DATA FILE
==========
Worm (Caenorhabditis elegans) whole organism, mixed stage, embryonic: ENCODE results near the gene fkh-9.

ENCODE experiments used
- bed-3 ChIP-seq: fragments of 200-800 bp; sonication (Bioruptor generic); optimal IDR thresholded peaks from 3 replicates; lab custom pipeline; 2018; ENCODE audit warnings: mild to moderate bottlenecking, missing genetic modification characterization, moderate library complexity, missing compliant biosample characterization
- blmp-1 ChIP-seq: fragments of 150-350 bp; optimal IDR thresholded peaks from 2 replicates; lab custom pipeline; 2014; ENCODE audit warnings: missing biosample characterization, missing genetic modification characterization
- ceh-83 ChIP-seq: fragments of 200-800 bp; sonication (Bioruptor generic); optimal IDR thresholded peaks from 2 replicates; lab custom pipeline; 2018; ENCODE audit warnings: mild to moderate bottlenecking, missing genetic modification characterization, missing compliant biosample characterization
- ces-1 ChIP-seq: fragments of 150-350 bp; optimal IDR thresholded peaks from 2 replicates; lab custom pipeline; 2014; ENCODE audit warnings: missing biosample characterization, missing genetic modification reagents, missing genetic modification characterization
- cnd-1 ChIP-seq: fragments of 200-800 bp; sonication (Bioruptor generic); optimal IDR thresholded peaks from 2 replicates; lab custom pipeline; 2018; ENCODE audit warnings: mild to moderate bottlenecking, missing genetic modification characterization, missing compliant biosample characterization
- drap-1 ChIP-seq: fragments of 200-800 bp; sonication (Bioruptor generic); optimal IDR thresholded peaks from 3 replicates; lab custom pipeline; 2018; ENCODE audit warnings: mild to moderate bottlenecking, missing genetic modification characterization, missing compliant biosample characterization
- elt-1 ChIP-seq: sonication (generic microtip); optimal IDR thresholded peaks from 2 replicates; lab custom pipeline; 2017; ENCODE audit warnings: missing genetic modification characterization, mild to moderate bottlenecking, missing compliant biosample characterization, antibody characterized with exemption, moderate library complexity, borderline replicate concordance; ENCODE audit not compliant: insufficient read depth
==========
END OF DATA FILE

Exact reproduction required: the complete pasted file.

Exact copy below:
Worm (Caenorhabditis elegans) whole organism, mixed stage, embryonic: ENCODE results near the gene fkh-9.

ENCODE experiments used
- bed-3 ChIP-seq: fragments of 200-800 bp; sonication (Bioruptor generic); optimal IDR thresholded peaks from 3 replicates; lab custom pipeline; 2018; ENCODE audit warnings: mild to moderate bottlenecking, missing genetic modification characterization, moderate library complexity, missing compliant biosample characterization
- blmp-1 ChIP-seq: fragments of 150-350 bp; optimal IDR thresholded peaks from 2 replicates; lab custom pipeline; 2014; ENCODE audit warnings: missing biosample characterization, missing genetic modification characterization
- ceh-83 ChIP-seq: fragments of 200-800 bp; sonication (Bioruptor generic); optimal IDR thresholded peaks from 2 replicates; lab custom pipeline; 2018; ENCODE audit warnings: mild to moderate bottlenecking, missing genetic modification characterization, missing compliant biosample characterization
- ces-1 ChIP-seq: fragments of 150-350 bp; optimal IDR thresholded peaks from 2 replicates; lab custom pipeline; 2014; ENCODE audit warnings: missing biosample characterization, missing genetic modification reagents, missing genetic modification characterization
- cnd-1 ChIP-seq: fragments of 200-800 bp; sonication (Bioruptor generic); optimal IDR thresholded peaks from 2 replicates; lab custom pipeline; 2018; ENCODE audit warnings: mild to moderate bottlenecking, missing genetic modification characterization, missing compliant biosample characterization
- drap-1 ChIP-seq: fragments of 200-800 bp; sonication (Bioruptor generic); optimal IDR thresholded peaks from 3 replicates; lab custom pipeline; 2018; ENCODE audit warnings: mild to moderate bottlenecking, missing genetic modification characterization, missing compliant biosample characterization
- elt-1 ChIP-seq: sonication (generic microtip); optimal IDR thresholded peaks from 2 replicates; lab custom pipeline; 2017; ENCODE audit warnings: missing genetic modification characterization, mild to moderate bottlenecking, missing compliant biosample characterization, antibody characterized with exemption, moderate library complexity, borderline replicate concordance; ENCODE audit not compliant: insufficient read depth